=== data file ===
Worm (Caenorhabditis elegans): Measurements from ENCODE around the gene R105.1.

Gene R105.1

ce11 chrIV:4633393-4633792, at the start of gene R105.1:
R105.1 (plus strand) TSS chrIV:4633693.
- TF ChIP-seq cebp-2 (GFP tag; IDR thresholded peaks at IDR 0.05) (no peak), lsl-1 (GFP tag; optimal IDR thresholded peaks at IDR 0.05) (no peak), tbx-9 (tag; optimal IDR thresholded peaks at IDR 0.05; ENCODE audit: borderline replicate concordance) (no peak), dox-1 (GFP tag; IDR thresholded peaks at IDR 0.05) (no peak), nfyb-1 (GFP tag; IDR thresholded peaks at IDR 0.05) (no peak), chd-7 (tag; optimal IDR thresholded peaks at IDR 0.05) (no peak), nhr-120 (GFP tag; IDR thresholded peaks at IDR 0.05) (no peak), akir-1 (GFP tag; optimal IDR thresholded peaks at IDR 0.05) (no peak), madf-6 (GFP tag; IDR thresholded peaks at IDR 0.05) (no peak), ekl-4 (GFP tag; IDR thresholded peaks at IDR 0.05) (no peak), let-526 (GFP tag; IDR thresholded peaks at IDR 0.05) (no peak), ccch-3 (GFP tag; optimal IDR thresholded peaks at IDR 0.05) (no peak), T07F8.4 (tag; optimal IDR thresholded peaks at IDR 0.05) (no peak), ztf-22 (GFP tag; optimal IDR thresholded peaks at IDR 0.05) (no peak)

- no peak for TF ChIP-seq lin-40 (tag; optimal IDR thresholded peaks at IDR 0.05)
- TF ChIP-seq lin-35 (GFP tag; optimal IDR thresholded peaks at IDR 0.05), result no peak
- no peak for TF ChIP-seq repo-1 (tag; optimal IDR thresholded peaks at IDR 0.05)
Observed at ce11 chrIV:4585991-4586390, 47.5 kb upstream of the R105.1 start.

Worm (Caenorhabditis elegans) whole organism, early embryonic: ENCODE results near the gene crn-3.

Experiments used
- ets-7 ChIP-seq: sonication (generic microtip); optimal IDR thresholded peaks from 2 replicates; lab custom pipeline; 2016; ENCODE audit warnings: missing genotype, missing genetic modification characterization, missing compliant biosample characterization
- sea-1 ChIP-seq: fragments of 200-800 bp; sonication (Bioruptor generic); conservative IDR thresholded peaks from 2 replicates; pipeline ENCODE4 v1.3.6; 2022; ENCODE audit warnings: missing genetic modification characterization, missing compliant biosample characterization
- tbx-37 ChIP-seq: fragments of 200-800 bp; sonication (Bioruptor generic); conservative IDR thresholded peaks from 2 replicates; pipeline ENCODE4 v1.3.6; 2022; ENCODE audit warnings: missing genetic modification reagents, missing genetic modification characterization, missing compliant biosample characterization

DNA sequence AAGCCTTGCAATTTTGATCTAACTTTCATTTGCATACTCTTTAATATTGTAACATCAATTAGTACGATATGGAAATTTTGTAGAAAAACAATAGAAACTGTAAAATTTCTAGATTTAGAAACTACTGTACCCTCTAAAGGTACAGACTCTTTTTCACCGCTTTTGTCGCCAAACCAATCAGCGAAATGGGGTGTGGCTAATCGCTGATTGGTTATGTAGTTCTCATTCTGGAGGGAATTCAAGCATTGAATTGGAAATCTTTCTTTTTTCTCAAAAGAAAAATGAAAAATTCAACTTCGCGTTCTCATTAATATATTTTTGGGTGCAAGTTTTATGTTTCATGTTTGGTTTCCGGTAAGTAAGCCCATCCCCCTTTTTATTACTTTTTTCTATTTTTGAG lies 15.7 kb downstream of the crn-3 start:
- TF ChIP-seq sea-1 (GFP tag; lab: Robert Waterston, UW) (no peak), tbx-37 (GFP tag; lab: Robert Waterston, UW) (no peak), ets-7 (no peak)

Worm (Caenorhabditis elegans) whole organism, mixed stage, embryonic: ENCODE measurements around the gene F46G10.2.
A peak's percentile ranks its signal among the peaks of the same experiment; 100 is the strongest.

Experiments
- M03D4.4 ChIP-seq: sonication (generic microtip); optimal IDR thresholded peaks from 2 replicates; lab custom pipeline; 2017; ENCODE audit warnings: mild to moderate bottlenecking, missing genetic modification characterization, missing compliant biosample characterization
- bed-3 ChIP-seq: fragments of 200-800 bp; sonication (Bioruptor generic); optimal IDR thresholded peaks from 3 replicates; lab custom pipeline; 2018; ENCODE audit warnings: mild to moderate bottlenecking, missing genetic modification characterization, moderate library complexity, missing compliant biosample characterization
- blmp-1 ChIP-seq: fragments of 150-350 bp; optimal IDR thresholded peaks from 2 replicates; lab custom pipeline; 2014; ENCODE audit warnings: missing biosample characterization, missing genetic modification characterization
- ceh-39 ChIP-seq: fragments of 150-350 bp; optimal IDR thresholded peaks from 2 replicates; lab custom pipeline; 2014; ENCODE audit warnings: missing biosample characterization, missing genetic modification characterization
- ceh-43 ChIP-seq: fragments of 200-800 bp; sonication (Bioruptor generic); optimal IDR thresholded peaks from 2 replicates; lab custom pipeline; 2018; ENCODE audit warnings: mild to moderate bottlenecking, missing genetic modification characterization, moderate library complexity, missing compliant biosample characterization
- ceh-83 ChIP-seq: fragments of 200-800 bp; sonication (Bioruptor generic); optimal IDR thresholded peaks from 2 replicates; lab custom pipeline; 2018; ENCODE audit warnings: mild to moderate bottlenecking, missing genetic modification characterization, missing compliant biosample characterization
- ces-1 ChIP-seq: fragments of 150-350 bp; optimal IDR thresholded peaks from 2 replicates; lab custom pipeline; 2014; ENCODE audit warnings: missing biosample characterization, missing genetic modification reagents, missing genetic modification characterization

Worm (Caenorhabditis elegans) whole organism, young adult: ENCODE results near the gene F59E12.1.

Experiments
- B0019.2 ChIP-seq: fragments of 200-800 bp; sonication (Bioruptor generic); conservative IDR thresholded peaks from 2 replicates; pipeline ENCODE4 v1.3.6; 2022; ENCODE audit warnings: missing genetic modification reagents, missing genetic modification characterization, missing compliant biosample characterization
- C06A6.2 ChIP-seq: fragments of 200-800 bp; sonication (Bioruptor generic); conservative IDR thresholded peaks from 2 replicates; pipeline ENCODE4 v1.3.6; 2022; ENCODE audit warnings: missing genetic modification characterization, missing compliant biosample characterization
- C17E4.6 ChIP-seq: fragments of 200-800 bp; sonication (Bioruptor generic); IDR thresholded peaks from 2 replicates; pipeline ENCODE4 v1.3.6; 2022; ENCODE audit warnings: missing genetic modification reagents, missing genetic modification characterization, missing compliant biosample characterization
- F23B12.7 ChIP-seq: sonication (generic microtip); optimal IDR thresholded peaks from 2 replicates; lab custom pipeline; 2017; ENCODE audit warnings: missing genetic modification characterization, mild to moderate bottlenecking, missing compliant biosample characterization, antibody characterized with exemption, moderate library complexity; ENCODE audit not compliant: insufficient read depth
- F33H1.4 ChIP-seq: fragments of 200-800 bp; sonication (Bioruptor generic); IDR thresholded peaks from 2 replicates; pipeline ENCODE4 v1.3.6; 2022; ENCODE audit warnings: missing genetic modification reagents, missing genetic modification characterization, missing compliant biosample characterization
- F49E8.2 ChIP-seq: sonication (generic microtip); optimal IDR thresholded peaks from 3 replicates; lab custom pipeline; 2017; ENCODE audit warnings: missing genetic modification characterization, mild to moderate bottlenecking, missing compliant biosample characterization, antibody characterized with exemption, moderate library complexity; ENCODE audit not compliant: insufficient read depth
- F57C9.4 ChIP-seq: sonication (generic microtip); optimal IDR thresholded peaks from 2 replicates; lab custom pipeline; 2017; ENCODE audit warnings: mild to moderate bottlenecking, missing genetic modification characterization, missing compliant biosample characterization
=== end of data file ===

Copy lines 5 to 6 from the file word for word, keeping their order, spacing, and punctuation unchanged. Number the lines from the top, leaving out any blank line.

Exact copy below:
- TF ChIP-seq cebp-2 (GFP tag; IDR thresholded peaks at IDR 0.05) (no peak), lsl-1 (GFP tag; optimal IDR thresholded peaks at IDR 0.05) (no peak), tbx-9 (tag; optimal IDR thresholded peaks at IDR 0.05; ENCODE audit: borderline replicate concordance) (no peak), dox-1 (GFP tag; IDR thresholded peaks at IDR 0.05) (no peak), nfyb-1 (GFP tag; IDR thresholded peaks at IDR 0.05) (no peak), chd-7 (tag; optimal IDR thresholded peaks at IDR 0.05) (no peak), nhr-120 (GFP tag; IDR thresholded peaks at IDR 0.05) (no peak), akir-1 (GFP tag; optimal IDR thresholded peaks at IDR 0.05) (no peak), madf-6 (GFP tag; IDR thresholded peaks at IDR 0.05) (no peak), ekl-4 (GFP tag; IDR thresholded peaks at IDR 0.05) (no peak), let-526 (GFP tag; IDR thresholded peaks at IDR 0.05) (no peak), ccch-3 (GFP tag; optimal IDR thresholded peaks at IDR 0.05) (no peak), T07F8.4 (tag; optimal IDR thresholded peaks at IDR 0.05) (no peak), ztf-22 (GFP tag; optimal IDR thresholded peaks at IDR 0.05) (no peak)

- no peak for TF ChIP-seq lin-40 (tag; optimal IDR thresholded peaks at IDR 0.05)